Electric car tariffs avoided after UK and EU extend trade rules

New rules of origin requirements were due to come into force from January 1

Britain's PM Rishi Sunak on the Nissan Juke production line in Sunderland earlier this year. He described the latest move as 'a pragmatic solution to keep costs down'. AFP
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Tariffs on electric vehicles due to be introduced next year will be avoided after the UK and the EU agreed to extend trade rules, British Prime Minister Rishi Sunak has announced.

The two parties have decided to maintain existing regulations until the end of 2026.

Following post-Brexit negotiations, rules of origin requirements were due to come into force on January 1, under which tariffs of 10 per cent would be imposed on car sales between Britain and EU countries if at least 45 per cent of the vehicle’s value did not originate in the UK or the bloc.

EV manufacturers were expected to struggle to meet that threshold as battery production in Europe has not increased as quickly as hoped.

The Society of Motor Manufacturers and Traders (SMMT) estimated tariffs could result in an average price rise of £3,400 ($4,300) on EU-manufactured pure battery EVs bought in the UK.

The automotive industry had pleaded with the government to secure an agreement with the EU to delay the changes.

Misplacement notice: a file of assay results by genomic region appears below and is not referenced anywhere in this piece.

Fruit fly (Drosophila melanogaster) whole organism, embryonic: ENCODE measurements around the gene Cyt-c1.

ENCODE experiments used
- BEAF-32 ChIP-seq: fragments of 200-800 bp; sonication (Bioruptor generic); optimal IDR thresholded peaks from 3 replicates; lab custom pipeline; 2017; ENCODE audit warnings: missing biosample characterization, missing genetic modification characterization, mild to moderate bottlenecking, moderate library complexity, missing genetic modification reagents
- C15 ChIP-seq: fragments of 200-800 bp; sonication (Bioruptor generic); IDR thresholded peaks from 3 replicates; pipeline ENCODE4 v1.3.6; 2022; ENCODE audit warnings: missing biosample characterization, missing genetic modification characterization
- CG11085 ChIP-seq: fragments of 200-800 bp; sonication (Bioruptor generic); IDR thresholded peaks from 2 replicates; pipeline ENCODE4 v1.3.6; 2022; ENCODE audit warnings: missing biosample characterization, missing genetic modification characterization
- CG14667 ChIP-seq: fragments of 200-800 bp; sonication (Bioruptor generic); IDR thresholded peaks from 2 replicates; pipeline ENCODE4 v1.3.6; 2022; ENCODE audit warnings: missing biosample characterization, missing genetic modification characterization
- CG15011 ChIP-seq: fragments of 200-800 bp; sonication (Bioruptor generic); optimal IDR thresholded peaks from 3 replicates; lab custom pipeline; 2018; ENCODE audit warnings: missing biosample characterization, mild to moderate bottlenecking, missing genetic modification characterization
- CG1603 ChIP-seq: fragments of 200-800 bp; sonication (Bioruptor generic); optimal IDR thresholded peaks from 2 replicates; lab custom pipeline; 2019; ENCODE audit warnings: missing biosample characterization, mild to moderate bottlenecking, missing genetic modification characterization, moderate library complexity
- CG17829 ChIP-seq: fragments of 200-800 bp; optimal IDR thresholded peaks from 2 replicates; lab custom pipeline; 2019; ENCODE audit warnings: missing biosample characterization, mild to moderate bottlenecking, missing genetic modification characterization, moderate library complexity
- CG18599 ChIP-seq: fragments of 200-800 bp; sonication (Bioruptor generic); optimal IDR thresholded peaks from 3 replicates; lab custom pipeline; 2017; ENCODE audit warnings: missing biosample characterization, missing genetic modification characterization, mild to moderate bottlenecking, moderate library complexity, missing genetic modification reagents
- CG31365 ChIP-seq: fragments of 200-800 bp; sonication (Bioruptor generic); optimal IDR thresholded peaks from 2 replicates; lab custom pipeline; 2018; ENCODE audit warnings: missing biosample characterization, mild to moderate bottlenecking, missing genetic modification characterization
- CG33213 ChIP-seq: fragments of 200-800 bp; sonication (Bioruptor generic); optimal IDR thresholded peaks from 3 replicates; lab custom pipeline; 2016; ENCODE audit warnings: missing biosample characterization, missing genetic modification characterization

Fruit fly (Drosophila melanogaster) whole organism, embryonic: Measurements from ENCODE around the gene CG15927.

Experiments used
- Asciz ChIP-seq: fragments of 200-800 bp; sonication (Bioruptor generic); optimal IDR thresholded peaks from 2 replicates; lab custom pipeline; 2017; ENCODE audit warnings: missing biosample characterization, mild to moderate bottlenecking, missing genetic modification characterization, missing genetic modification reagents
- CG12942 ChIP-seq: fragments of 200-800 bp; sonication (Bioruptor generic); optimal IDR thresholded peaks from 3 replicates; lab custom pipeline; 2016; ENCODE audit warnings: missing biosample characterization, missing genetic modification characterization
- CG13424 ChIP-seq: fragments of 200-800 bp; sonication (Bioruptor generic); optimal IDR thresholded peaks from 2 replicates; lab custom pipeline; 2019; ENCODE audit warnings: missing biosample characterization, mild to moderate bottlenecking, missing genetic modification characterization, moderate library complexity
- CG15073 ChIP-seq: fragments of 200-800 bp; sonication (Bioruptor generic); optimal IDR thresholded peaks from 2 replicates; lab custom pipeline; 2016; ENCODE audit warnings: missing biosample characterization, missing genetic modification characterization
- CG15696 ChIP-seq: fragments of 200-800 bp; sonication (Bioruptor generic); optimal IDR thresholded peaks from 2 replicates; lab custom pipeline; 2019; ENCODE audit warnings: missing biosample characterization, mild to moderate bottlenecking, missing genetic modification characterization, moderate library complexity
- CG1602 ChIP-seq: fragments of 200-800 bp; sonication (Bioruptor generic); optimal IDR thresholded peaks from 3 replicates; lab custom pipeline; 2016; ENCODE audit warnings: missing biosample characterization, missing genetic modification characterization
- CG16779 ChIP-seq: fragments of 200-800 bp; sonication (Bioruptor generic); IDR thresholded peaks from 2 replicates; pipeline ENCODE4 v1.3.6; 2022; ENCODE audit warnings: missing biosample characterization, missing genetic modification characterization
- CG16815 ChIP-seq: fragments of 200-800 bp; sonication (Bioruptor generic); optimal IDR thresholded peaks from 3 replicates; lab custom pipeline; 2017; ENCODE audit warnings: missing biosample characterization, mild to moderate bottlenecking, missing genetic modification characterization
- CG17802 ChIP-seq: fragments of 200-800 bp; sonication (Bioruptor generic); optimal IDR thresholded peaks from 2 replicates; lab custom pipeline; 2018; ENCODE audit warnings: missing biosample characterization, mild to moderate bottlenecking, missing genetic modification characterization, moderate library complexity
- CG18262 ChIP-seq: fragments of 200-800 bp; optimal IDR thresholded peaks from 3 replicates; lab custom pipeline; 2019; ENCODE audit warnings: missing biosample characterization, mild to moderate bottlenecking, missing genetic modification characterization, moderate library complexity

“We have been listening to concerns of the sector throughout this process and I know this breakthrough will come as a huge relief to the industry," Mr Sunak said.

“The UK government is delivering a pragmatic solution to keep costs down for businesses and for people at home who want to make the switch to electric vehicles.

“We are also leaving no stone unturned to bolster our domestic battery industry and deliver long-term certainty for our thriving automotive sector to help them grow their roots in the UK.”

The announcement was welcomed by the car industry.

“Deferring the rules of origin is a win for motorists, the economy and the environment," SMMT chief executive Mike Hawes said.

“Maintaining tariff-free trade in EVs will ensure consumers retain the widest and most affordable choice of models, at a time when we need all drivers to make the switch.

“Governments have listened to the sector and acted to safeguard the competitiveness of the EU and UK automotive industries and give the Anglo-European battery industry the critical time it needs to catch up.”

Updated: December 21, 2023, 7:02 PM